The health crisis weighed on European equity markets on Friday.
Towards the end of last week, Dr Anthony Fauci, a US health official and expert in infectious diseases, warned that Covid-19 might have mutated, which could allow it to spread at a faster pace. The 4 July holiday in the US fell on a Saturday this year, so it was a public holiday on Friday and the US market was closed.
Volatility was low in the first hours of the European trading session, and trading volumes were down sharply when compared with the rest of the week. Health woes chipped away at market sentiment on this side of the Atlantic. On Friday, it was revealed that US states such as Arizona and California saw a jump in the number of new cases. It is likely that traders in Europe took the view the health situation in the US would deteriorate as Americans enjoyed their long weekend.
According to the WHO, on 4 July over 212,000 new Covid-19 cases were registered – a daily record. The US, Brazil and India were the largest contributors to the tally. The US’s reading on Saturday was over 53,000, which was a retreat from Friday’s level of more than 57,000. Some hard hit US states such as Florida are experiencing a drop-off in the rate of new cases, which is probably down to a pausing of the reopening of its economy. As of yesterday, 34 states saw an increase in new cases on the week.
Stocks in mainland China and Hong Kong are showing impressive gains. There has been a jump in trading volumes in China, and European equity benchmarks are tipped to open higher as a result.
The latest services data from China and Europe point to a continuation in the rebound in activity. The Caixin survey of Chinese services for June was 58.4, its highest in ten years. Keep in mind the February reading was 26.5, so there has been a colossal turnaround. The services PMI reports for Spain, Italy, France, Germany and the UK were 50.2, 46.4, 50.7, 47.3, and 47.1 respectively. The Spanish and French updates showed positive growth, and all the readings were major improvements on the May levels – which were in the high 20s or low 30s. It is clear that things are improving from an economic point of view, but the health situation could be a different story. There have been local lockdowns in Leicester, Melbourne, and in parts of Spain too. There are concerns that this sort of thing could become common.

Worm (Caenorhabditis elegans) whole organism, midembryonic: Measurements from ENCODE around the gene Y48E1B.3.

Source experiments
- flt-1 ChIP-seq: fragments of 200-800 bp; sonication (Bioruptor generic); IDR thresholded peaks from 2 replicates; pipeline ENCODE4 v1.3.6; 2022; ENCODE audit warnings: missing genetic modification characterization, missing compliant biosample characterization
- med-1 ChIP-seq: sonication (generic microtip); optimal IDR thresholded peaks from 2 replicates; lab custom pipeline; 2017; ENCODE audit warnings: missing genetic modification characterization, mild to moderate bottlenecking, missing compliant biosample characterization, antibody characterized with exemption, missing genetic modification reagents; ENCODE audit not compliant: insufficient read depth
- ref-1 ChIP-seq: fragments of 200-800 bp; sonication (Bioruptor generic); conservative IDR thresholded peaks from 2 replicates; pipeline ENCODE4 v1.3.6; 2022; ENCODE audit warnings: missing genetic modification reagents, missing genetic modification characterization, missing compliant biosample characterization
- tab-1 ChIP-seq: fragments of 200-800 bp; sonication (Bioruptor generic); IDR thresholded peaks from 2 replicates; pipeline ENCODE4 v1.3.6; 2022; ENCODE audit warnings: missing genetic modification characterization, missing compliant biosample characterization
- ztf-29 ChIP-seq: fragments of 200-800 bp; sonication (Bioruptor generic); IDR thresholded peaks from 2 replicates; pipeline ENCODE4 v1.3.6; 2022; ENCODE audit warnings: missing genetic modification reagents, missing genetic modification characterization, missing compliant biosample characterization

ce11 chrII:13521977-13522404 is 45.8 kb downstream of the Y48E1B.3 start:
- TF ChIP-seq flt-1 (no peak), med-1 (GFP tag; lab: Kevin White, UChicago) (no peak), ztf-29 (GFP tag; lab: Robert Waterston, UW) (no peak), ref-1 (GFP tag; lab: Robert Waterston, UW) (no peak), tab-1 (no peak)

Christine Lagarde, the European Central Bank president, warned that prices in the currency bloc might remain under pressure for the next two years, before seeing a turnaround. The central banker took part in a webinar on Saturday, and predicted that digitalisation will speed up, and that companies will cut their supply chains too.
It was reported the Bank of England chief, Andrew Bailey, wrote to UK banks and said that negative interest rates are an option the group is considering. Such a move would put pressure on lending margins, which are already squeezed. Interest rates are at historic lows, but consumers are actually paying down credit card debt, so would negative rates actually spark higher demand?
Over the weekend, pubs and restaurants in England were allowed to reopen. The event was referred to as ‘Super Saturday’ and it was a continuation of life returning to normal. The UK economy has come a long way in the past few months, and with more businesses reopening the economic rebound should continue, but there are concerns the infection rate could jump. Images of packed streets in places like London’s Soho will probably add weight to the argument that the capital could be in for a rise in Covid-19 cases.
German factory orders will be posted at 7am (UK time) and the May reading is expected to be 15%, and that would be massive rebound from the -25.8% registered in April.
The UK construction PMI report for June is expected to be 47, up from 28.9 in May. It will be announced at 9.30am (UK time).
At 10am (UK time), eurozone retail sales will be released and the consensus estimate is 15%. Keep in mind the May reading was -11.7%.
The final reading of US services PMI for June is expected to be 47, and that would be a slight improvement from the flash report’s 46.6. The report will be published at 2.45pm (UK time). Shortly afterwards, the ISM non-manufacturing report will be announced, and economists are predicting 50, which would be an improvement on the 45.4 registered in May.
EUR/USD – since early May it has been in an uptrend, but it has been trading sideways recently. If it holds above the 1.1168 zone, it could target 1.1495. A break below the 1.1168 area might pave the way for 1.1038, the 200 day moving average, to be targeted.
GBP/USD – for more than three weeks it has been in a downtrend and if the bearish move continues, it might hit 1.2163. A move higher from here might see it target 1.2683, the 200-day moving average.
EUR/GBP – has been in an uptrend for over two months and if it holds above 0.9000, it might target 0.9239. A move lower might find support at 0.8924, the 50-day moving average.
USD/JPY – has been drifting lower for the last month and support could come into play at 106.00. A rebound might run into resistance at 108.38, the 200-day moving average.
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